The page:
London, UK. 2 August, 2022 – In the United Kingdom, the first thing that comes to mind when internet users think of a password is the name of their pet (10%). It is therefore very likely that you will come across British passwords with “Teddy”, “Bella” or “Roxy”. Birth dates of family members, partners or friends are the most important source of internet passwords for Germans, but also for Austrians and the French. In Austria, 12% of the population use the birth data of those close to them for passwords; in France it is 13% and in Germany 16%. These are the results of a representative survey by GMX.
Celebrating children’s or partners’ nicknames in login data, on the other hand, is again particularly popular in Germany: here, more than one in ten (11 %) use them for their internet passwords. The British are much more discreet about using nicknames of those close to them, at 2%, and the proportion is also much lower in Austria at 5% and in France at 4%.
Passwords containing personal information such as date of birth or names of family members are a serious security risk. Criminals can specifically spy for such data on social media platforms or via other means in order to then break into the e-mail or online shopping accounts of those affected.
German users are surprisingly careless: only 43% do without personal information in their passwords. In Austria, this proportion is 48%. The British, on the other hand, do better: There, the majority (54 %) do not use personal details in their passwords. More than half (51 %) of the French are also much more careful about the composition of their passwords than the Germans.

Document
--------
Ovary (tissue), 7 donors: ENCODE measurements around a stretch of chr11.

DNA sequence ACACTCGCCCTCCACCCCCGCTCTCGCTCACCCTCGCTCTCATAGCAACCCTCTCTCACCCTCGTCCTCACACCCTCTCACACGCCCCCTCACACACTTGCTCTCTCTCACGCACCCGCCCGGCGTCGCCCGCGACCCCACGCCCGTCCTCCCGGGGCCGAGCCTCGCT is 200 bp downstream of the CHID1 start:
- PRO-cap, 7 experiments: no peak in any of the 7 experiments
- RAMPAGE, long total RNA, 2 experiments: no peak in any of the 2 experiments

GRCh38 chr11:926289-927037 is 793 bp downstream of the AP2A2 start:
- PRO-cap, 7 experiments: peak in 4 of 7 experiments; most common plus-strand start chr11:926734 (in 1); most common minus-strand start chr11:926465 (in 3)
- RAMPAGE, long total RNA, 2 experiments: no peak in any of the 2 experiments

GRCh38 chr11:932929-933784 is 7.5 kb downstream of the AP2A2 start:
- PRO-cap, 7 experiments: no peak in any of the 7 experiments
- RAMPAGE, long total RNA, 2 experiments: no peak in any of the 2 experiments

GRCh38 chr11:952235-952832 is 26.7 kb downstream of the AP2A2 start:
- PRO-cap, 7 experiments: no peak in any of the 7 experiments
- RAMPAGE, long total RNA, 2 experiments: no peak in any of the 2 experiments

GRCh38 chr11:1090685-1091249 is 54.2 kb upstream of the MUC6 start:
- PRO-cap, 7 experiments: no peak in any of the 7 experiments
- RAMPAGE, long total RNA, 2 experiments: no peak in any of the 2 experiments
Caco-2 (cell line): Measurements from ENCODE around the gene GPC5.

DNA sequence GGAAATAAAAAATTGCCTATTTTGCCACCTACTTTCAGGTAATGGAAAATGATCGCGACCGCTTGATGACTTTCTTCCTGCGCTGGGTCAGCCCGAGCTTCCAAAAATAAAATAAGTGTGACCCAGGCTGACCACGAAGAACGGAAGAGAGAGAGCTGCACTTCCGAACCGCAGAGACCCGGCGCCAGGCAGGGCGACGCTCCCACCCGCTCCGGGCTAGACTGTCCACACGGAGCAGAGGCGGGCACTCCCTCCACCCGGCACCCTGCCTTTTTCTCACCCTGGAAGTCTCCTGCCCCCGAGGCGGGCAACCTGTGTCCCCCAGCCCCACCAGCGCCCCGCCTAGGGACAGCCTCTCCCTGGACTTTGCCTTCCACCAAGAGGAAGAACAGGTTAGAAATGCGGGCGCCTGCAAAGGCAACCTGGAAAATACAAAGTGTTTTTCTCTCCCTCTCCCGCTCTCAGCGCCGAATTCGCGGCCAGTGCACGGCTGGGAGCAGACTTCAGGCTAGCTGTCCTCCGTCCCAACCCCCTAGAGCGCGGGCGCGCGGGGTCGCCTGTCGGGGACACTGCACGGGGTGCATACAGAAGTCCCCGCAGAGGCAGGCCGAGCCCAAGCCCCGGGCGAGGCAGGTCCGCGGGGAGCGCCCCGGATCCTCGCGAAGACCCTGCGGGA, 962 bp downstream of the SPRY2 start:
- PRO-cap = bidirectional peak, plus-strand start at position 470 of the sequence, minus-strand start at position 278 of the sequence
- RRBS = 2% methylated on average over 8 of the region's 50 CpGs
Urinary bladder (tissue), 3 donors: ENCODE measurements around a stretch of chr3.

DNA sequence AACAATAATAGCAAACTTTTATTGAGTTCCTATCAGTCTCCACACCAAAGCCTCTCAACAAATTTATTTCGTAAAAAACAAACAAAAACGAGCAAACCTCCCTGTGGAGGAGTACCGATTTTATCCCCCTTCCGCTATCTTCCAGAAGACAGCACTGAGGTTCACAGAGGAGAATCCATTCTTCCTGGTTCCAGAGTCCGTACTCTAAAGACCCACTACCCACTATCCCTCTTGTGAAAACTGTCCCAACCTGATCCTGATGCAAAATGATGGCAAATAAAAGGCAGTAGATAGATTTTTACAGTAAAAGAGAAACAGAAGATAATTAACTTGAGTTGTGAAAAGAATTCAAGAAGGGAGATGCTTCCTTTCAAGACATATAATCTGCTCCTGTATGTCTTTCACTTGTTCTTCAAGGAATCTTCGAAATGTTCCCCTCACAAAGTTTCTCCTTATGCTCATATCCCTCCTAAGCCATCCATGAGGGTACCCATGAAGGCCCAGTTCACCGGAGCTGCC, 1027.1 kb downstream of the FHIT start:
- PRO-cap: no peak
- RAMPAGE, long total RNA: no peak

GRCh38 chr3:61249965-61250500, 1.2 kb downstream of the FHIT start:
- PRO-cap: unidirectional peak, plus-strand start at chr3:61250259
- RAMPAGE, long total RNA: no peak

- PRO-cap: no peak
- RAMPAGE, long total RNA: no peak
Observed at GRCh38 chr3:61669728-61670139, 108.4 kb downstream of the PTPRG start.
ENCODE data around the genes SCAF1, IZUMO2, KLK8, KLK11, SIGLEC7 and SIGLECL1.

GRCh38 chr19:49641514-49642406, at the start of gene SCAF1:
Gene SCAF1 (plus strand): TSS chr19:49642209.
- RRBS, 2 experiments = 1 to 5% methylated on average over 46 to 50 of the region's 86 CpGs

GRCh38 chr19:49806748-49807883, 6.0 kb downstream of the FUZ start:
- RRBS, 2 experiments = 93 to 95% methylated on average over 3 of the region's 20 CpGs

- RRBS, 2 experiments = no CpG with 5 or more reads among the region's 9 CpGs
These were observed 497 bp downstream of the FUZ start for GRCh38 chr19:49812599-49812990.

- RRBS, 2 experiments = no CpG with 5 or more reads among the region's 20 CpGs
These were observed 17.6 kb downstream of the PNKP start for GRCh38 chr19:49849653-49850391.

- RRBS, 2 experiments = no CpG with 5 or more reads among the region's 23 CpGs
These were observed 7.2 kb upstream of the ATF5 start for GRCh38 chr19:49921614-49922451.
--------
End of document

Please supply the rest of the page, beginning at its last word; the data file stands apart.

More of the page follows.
“Identity theft is a real nightmare for many Internet users. Special attention should be paid to one’s email account, because this is how you log into most services and can reset passwords. In addition to a strong, unique password for each service, you should also activate two-factor authentication,” says Jan Oetjen, CEO of GMX.
If two-factor authentication (2FA) is activated, the current password alone is not sufficient to log into the Internet account. In addition, another authentication factor must be specified when logging in, to which only the account holder can have access. In most cases, the second factor is a numerical code that is received by SMS or generated in a smartphone app, for example.
The data used is based on surveys conducted by the market research company Bilendi & respondi (data for Germany) and by YouGov Deutschland GmbH (data for Austria, France and the UK). Survey period: February 2022 (Germany) and May 2022 (Austria, France, UK). A total of 1,000 people in Germany, 1,051 people in Austria, 1,005 people in France and 2,118 people in the UK were surveyed. The results were weighted and are representative of the respective population aged 18 and over.
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